- DA leader John Steenhuisen says his party's candidates being elected the mayors of Johannesburg and Ekurhuleni has come as a surprise to him.
- He says the fact that parties voted for the DA without any promises being made to them, means they ought not to expect any concessions going forward.
- Steenhuisen says parties should build to deliver further defeats to the ANC come the 2024 national elections.
The DA said even though it was forced into multiparty coalition governments in Johannesburg and Ekurhuleni on Monday when smaller parties voted with it to freeze out the ANC, it will not make any unprincipled concessions to please its partners.
Briefing the public on Tuesday following the election of DA mayors in Johannesburg and Ekurhuleni on Monday, DA leader John Steenhuisen said the assistance received from smaller parties came as a surprise even to his party.
"We did not expect what happened yesterday, Monday. But what we want to make clear is that we did not ask for assistance from the EFF, and we are not sitting here clinging to power at all cost.
"We vow to ensure that we keep to the promises that we made leading up to the elections. We are under no illusion of the stability of these governments. What this means is that they may very well be short-lived," said Steenhuisen.
The DA leader said all his party could do was to hold firm to its principles, which was what he claimed they had done throughout the elections campaign, coalition negotiations and right up to Monday's council votes.
"We came under enormous pressure but we didn't move from our principles. We made it very clear that we would rather remain in opposition than put ourselves in a compromising situation, in an unstable or paralysis minority government.
"None of this has changed. The EFF and ActionSA's support of our candidates came with no strings attached," said Steenhuisen.
The DA leader added that anyone who voted for the DA candidates did so knowing that his party would not allow a gun to be held to their head in this arrangement.
Steenhuisen said more significant was the psychological threshold crossed on Monday, which he said meant the whole of South Africa now believed the ANC could be beaten.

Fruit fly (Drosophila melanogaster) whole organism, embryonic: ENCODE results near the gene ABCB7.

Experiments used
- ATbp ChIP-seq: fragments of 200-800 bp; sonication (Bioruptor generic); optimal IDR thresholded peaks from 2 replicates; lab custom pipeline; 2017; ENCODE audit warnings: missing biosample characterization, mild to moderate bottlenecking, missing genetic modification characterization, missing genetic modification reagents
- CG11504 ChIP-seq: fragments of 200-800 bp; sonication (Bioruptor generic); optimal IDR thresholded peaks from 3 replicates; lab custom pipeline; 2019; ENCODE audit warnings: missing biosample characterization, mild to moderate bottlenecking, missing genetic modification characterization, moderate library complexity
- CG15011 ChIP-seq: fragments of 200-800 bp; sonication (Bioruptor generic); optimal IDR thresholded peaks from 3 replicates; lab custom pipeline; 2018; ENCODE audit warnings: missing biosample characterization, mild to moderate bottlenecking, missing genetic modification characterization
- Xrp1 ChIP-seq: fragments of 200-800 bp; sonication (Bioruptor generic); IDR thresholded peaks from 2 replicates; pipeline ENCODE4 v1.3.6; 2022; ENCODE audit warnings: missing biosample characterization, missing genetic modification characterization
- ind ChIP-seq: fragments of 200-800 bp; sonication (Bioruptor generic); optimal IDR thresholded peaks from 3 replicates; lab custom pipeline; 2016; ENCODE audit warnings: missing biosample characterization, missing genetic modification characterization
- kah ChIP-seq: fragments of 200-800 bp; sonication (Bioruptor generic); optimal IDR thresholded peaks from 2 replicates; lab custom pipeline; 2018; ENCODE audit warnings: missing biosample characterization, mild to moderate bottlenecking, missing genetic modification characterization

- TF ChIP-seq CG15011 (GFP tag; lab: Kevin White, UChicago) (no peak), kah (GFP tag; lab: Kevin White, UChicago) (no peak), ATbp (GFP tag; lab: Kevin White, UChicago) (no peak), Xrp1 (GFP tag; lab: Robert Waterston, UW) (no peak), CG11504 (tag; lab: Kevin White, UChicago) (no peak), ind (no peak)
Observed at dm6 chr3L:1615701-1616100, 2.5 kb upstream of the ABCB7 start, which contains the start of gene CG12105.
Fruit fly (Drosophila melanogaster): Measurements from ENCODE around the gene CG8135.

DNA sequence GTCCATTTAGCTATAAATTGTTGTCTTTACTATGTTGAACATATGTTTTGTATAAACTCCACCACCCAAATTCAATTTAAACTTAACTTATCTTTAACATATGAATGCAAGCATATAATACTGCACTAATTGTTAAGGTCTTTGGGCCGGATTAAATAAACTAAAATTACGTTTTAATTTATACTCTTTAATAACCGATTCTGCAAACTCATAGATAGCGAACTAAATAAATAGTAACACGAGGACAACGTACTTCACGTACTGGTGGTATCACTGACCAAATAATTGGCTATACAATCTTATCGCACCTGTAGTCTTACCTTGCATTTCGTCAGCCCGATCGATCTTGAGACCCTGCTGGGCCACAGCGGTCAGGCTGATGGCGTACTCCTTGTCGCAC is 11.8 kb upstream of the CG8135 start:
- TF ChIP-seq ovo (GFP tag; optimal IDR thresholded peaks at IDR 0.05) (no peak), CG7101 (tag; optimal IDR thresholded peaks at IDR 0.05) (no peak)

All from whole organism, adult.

"We no longer live in a single-party democracy, and that is a watershed moment in our history," said Steenhuisen.
Steenhuisen admitted that he was well aware of the mammoth task facing the DA in the Johannesburg and Ekurhuleni metros.
He said beyond overcoming the possibility of an unstable partnership, the new administrations faced depleted budgets, poor revenue collection, infrastructure decay and huge service delivery backlogs in these metros.
"It should become clear that none of these cities can be turned around overnight, especially if we cannot ensure stability in this complex minority coalitions," said the DA leader.
While acknowledging the tough task ahead, the DA leader said he was encouraged that his party had managed difficult coalition governments before. He said he had no doubt that this would be the case again.
In an attempt to bring stability, his party would make it known if and when parties deliberately frustrated the DA's efforts to turn around the two metros, Steenhuisen said.
He said to ensure the stability of the administrations, the DA would approach parties that were currently not part of their agreement and make a case for them to join forces.
The removal of the ANC could not come at a more opportune time, said Steenhuisen.
"Given that there is only less than three years to the next national and provincial elections, it presents a rare chance for parties to usher in an ANC-free era for these metros come 2024.
"This is going to require maturity, cooperation and selfless service from all parties involved. Not a game of political chess or checkers, as some have called it," said the DA leader.
Stay updated with News24's latest coverage, opinion and analysis of Elections 2021. Check out results from the previous municipal elections.